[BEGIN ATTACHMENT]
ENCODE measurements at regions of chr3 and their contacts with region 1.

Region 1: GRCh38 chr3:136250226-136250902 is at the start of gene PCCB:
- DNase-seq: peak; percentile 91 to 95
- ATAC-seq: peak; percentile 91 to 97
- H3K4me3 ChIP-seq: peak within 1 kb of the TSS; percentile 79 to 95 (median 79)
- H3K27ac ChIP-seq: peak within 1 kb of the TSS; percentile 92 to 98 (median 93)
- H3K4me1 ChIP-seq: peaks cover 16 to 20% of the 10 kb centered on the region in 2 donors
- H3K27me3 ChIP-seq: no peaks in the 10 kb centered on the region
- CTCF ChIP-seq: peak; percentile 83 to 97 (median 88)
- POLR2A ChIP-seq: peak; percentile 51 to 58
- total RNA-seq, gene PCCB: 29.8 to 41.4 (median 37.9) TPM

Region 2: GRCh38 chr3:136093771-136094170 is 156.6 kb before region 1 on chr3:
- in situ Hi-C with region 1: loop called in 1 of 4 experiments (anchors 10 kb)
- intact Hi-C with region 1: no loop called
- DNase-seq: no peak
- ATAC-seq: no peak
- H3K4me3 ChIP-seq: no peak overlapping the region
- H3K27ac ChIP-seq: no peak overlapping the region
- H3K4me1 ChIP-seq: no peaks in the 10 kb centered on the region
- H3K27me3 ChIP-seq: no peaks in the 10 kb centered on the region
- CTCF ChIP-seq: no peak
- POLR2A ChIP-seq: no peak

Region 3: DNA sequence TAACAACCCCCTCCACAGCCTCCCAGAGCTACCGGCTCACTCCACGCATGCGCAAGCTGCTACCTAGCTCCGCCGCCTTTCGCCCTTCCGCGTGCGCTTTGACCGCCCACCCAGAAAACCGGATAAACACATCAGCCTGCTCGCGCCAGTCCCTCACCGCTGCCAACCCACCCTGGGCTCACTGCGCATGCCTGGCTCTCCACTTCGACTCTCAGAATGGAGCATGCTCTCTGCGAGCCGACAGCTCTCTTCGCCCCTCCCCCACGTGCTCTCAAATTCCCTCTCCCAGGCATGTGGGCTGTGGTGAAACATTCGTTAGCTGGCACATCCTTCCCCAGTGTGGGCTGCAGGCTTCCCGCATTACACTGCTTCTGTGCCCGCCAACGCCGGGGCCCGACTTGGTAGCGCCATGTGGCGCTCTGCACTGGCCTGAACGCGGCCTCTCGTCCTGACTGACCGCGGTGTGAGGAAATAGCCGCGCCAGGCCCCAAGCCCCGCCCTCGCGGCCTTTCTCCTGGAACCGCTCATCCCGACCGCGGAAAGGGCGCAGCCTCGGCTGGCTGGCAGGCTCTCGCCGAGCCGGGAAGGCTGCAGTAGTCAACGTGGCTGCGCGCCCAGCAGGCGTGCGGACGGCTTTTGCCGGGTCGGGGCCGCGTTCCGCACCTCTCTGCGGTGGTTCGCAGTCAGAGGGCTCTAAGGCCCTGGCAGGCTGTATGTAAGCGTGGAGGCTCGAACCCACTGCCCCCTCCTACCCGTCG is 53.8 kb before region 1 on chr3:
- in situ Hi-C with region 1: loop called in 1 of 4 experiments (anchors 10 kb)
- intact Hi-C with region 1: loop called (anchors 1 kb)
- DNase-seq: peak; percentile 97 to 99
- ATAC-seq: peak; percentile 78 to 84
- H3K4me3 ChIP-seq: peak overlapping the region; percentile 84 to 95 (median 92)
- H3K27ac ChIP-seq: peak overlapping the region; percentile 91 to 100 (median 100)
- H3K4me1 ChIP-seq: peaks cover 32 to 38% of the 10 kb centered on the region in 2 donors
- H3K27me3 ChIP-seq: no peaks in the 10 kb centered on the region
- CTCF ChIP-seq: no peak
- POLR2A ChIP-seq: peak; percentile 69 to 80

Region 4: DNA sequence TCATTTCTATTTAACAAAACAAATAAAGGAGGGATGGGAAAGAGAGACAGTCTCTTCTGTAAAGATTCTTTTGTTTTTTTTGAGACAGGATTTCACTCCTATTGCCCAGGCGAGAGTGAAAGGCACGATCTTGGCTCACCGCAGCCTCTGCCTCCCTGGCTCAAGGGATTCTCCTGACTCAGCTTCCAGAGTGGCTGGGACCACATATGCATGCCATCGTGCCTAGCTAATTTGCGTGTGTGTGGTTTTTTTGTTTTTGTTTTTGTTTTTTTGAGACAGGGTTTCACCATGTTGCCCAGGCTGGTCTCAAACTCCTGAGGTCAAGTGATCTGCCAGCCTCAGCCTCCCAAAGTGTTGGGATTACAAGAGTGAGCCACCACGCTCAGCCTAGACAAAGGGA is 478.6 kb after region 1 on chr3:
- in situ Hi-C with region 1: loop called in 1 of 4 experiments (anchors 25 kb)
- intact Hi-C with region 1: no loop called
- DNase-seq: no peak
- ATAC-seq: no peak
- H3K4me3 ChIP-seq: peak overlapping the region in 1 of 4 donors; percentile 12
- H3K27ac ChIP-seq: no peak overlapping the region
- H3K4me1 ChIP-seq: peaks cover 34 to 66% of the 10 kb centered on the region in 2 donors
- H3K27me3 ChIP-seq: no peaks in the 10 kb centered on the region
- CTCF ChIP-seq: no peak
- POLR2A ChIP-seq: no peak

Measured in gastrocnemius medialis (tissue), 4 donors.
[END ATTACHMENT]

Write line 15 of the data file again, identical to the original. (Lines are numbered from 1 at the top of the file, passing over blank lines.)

- DNase-seq: no peak